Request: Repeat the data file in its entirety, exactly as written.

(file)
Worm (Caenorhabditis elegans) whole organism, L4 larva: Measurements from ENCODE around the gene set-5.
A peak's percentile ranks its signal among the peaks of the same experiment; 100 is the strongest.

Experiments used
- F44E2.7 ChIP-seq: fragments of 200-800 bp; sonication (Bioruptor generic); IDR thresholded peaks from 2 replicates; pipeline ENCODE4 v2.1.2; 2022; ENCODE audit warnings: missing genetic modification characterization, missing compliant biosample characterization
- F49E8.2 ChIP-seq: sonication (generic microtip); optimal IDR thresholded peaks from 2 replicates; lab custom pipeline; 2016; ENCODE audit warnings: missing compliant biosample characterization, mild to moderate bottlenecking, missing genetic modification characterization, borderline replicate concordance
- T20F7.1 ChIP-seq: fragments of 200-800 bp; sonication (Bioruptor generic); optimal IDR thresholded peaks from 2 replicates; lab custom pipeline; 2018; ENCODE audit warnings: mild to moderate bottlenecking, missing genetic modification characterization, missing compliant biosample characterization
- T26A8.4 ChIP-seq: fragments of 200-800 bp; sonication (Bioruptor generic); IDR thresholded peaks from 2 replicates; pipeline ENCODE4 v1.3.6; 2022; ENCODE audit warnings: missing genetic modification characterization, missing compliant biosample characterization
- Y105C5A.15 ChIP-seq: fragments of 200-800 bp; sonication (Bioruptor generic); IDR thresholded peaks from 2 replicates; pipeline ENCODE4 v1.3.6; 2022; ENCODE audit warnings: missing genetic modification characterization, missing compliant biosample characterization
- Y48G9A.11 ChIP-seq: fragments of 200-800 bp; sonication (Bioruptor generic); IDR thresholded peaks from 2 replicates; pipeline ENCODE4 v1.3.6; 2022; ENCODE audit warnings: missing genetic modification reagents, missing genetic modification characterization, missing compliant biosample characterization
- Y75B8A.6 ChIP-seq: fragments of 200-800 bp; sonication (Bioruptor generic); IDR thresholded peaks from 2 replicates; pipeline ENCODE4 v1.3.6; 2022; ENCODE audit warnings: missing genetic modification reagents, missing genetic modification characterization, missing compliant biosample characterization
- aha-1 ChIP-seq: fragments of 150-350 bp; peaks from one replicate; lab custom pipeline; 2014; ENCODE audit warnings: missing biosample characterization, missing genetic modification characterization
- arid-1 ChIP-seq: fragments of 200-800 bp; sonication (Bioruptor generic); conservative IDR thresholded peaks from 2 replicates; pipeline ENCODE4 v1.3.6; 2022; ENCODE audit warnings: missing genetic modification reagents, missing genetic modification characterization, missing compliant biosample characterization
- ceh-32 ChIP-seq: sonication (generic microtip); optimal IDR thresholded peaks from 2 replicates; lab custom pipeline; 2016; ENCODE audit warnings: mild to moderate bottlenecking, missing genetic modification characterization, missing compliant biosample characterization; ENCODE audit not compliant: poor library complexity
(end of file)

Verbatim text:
Worm (Caenorhabditis elegans) whole organism, L4 larva: Measurements from ENCODE around the gene set-5.
A peak's percentile ranks its signal among the peaks of the same experiment; 100 is the strongest.

Experiments used
- F44E2.7 ChIP-seq: fragments of 200-800 bp; sonication (Bioruptor generic); IDR thresholded peaks from 2 replicates; pipeline ENCODE4 v2.1.2; 2022; ENCODE audit warnings: missing genetic modification characterization, missing compliant biosample characterization
- F49E8.2 ChIP-seq: sonication (generic microtip); optimal IDR thresholded peaks from 2 replicates; lab custom pipeline; 2016; ENCODE audit warnings: missing compliant biosample characterization, mild to moderate bottlenecking, missing genetic modification characterization, borderline replicate concordance
- T20F7.1 ChIP-seq: fragments of 200-800 bp; sonication (Bioruptor generic); optimal IDR thresholded peaks from 2 replicates; lab custom pipeline; 2018; ENCODE audit warnings: mild to moderate bottlenecking, missing genetic modification characterization, missing compliant biosample characterization
- T26A8.4 ChIP-seq: fragments of 200-800 bp; sonication (Bioruptor generic); IDR thresholded peaks from 2 replicates; pipeline ENCODE4 v1.3.6; 2022; ENCODE audit warnings: missing genetic modification characterization, missing compliant biosample characterization
- Y105C5A.15 ChIP-seq: fragments of 200-800 bp; sonication (Bioruptor generic); IDR thresholded peaks from 2 replicates; pipeline ENCODE4 v1.3.6; 2022; ENCODE audit warnings: missing genetic modification characterization, missing compliant biosample characterization
- Y48G9A.11 ChIP-seq: fragments of 200-800 bp; sonication (Bioruptor generic); IDR thresholded peaks from 2 replicates; pipeline ENCODE4 v1.3.6; 2022; ENCODE audit warnings: missing genetic modification reagents, missing genetic modification characterization, missing compliant biosample characterization
- Y75B8A.6 ChIP-seq: fragments of 200-800 bp; sonication (Bioruptor generic); IDR thresholded peaks from 2 replicates; pipeline ENCODE4 v1.3.6; 2022; ENCODE audit warnings: missing genetic modification reagents, missing genetic modification characterization, missing compliant biosample characterization
- aha-1 ChIP-seq: fragments of 150-350 bp; peaks from one replicate; lab custom pipeline; 2014; ENCODE audit warnings: missing biosample characterization, missing genetic modification characterization
- arid-1 ChIP-seq: fragments of 200-800 bp; sonication (Bioruptor generic); conservative IDR thresholded peaks from 2 replicates; pipeline ENCODE4 v1.3.6; 2022; ENCODE audit warnings: missing genetic modification reagents, missing genetic modification characterization, missing compliant biosample characterization
- ceh-32 ChIP-seq: sonication (generic microtip); optimal IDR thresholded peaks from 2 replicates; lab custom pipeline; 2016; ENCODE audit warnings: mild to moderate bottlenecking, missing genetic modification characterization, missing compliant biosample characterization; ENCODE audit not compliant: poor library complexity